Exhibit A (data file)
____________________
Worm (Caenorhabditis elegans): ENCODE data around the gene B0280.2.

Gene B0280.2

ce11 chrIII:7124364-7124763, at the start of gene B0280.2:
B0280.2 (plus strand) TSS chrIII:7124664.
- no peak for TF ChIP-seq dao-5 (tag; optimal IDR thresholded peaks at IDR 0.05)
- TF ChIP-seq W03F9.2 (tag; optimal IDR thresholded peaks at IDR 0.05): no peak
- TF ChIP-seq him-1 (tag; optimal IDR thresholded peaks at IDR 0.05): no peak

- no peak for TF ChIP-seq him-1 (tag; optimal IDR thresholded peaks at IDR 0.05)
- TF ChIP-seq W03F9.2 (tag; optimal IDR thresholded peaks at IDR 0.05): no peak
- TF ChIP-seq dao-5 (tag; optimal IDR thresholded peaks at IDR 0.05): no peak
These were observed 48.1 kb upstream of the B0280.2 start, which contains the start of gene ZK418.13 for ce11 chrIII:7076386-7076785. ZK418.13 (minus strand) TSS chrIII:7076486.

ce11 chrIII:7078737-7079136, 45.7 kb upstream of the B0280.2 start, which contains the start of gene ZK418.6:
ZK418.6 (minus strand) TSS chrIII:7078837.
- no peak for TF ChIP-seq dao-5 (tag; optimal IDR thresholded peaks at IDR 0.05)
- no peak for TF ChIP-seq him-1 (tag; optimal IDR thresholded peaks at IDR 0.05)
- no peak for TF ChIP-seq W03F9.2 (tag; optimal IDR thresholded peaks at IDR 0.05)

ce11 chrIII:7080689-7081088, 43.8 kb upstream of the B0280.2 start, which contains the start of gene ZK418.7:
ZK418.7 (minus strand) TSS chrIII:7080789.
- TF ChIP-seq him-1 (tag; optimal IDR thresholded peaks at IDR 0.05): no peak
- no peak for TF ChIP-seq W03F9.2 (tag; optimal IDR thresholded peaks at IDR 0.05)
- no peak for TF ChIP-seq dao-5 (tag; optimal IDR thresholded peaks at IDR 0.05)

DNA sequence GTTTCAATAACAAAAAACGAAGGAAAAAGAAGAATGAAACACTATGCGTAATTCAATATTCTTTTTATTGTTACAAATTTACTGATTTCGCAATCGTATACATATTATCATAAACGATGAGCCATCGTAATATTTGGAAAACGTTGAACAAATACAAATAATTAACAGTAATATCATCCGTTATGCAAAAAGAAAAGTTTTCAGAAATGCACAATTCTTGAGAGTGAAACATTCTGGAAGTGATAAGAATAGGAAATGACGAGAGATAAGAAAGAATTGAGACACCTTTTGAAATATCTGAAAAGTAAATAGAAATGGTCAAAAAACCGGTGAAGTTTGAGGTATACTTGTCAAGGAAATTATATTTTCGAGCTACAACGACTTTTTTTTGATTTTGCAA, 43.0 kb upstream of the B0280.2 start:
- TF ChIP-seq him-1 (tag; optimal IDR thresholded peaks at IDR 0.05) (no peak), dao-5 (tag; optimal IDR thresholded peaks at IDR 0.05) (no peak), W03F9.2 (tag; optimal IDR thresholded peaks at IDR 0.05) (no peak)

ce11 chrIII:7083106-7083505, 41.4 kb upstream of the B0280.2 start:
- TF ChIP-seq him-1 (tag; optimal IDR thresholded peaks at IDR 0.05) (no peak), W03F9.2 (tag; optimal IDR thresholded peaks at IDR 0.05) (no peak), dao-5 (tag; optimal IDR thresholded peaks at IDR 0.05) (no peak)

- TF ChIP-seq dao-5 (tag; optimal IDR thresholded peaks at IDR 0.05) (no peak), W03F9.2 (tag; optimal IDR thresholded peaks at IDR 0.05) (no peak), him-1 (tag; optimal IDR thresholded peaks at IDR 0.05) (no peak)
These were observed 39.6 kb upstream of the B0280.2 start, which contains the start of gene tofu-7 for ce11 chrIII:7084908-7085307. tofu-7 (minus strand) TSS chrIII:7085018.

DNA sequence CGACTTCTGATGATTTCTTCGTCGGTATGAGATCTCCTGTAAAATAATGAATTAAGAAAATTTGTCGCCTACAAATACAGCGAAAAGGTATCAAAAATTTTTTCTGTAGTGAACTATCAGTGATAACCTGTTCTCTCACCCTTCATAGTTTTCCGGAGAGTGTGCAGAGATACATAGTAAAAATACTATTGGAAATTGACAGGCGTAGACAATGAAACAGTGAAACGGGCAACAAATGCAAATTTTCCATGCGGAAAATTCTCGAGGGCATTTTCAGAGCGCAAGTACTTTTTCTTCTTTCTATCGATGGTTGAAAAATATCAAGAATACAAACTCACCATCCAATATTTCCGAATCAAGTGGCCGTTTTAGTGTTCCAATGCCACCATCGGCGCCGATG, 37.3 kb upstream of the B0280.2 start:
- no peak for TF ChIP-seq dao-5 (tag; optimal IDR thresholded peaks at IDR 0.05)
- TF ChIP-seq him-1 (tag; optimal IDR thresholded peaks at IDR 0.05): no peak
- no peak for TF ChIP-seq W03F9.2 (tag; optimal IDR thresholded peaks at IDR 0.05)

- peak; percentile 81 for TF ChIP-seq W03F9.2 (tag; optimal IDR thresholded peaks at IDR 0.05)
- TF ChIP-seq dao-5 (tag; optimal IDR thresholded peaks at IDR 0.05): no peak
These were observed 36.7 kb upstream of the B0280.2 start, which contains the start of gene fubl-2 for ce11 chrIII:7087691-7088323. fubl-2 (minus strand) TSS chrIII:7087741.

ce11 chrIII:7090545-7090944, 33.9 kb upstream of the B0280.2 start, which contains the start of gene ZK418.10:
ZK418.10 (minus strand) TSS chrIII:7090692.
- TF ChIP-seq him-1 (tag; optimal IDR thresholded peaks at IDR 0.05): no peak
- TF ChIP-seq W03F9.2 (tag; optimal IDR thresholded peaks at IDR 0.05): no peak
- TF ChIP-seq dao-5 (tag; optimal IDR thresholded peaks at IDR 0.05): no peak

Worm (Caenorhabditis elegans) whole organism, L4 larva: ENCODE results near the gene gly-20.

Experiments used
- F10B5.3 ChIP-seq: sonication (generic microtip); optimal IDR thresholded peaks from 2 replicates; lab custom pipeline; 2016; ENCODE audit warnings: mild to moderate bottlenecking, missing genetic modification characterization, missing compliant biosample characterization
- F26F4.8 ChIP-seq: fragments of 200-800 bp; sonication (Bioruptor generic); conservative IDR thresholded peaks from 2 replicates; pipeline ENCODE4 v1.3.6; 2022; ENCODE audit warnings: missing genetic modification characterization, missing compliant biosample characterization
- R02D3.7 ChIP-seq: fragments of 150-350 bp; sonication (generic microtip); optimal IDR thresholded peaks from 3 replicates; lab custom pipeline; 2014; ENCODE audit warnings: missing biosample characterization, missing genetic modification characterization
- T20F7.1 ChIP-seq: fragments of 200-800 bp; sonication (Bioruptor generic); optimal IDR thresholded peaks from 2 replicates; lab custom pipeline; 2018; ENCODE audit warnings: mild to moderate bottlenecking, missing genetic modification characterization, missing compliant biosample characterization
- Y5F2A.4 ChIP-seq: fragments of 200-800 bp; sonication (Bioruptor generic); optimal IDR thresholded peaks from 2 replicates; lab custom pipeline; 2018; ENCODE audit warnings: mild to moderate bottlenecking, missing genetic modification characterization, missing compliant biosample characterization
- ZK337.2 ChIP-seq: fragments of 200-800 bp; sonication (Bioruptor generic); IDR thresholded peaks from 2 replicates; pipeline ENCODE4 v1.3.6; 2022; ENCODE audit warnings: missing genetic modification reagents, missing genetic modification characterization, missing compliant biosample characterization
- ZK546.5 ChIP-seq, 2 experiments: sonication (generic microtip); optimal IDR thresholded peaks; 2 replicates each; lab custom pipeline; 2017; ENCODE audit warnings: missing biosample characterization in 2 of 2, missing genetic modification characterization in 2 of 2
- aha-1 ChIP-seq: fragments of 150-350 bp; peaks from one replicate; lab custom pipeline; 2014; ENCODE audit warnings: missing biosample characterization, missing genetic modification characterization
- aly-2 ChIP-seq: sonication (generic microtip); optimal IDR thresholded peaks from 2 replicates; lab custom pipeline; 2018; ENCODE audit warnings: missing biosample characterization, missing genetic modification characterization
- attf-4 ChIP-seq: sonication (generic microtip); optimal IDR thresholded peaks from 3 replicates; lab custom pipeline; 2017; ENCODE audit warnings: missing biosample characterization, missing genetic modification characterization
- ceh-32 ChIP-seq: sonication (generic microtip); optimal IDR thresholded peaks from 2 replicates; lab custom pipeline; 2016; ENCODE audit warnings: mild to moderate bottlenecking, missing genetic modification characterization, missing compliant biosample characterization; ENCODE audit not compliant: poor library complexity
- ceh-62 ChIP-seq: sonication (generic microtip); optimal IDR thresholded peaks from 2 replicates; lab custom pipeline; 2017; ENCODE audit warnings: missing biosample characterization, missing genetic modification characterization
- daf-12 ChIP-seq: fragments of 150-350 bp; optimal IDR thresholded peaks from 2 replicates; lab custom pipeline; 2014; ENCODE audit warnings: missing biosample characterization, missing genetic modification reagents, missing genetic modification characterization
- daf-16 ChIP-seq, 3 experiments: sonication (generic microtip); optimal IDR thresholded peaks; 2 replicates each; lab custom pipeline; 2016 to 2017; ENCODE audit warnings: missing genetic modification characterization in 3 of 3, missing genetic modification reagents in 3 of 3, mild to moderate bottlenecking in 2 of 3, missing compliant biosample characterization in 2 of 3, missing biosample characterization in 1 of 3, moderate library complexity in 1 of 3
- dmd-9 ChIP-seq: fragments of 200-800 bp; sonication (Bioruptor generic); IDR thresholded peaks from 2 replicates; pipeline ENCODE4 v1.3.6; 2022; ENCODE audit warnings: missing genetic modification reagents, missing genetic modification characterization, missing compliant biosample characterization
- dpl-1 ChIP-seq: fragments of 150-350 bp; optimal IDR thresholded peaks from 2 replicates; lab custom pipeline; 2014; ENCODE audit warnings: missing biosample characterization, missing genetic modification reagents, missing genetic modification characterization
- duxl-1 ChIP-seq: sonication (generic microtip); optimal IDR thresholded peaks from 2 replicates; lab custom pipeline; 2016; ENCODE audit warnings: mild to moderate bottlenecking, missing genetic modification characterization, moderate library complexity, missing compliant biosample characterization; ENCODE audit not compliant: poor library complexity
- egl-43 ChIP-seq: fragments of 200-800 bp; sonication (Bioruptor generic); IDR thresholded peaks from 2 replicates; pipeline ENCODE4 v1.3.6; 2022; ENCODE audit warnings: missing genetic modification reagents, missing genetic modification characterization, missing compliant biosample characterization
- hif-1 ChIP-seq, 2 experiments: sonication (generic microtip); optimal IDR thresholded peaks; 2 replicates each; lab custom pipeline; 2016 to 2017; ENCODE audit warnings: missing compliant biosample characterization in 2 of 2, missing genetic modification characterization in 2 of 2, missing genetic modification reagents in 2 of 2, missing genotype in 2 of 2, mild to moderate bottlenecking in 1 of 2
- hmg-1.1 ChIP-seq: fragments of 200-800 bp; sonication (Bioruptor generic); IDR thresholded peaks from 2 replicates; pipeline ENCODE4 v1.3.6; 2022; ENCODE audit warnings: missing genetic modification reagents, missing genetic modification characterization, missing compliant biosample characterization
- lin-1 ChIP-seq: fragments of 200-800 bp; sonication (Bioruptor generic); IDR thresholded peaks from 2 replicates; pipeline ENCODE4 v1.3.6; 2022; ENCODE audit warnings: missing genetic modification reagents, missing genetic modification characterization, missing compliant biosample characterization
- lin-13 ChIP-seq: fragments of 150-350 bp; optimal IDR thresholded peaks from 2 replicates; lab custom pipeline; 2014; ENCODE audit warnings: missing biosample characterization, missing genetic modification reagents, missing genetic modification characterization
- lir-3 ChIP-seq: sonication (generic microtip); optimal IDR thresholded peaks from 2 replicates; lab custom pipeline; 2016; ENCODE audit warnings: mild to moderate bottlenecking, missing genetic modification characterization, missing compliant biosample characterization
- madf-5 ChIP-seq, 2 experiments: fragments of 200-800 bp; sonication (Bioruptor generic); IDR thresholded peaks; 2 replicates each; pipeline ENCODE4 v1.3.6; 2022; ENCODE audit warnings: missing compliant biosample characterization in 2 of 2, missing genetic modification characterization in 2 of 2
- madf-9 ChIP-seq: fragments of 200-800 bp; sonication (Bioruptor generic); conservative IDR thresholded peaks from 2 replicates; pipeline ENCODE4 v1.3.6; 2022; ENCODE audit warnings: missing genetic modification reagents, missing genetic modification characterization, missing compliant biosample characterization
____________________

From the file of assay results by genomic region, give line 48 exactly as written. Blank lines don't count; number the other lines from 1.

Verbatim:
- ZK546.5 ChIP-seq, 2 experiments: sonication (generic microtip); optimal IDR thresholded peaks; 2 replicates each; lab custom pipeline; 2017; ENCODE audit warnings: missing biosample characterization in 2 of 2, missing genetic modification characterization in 2 of 2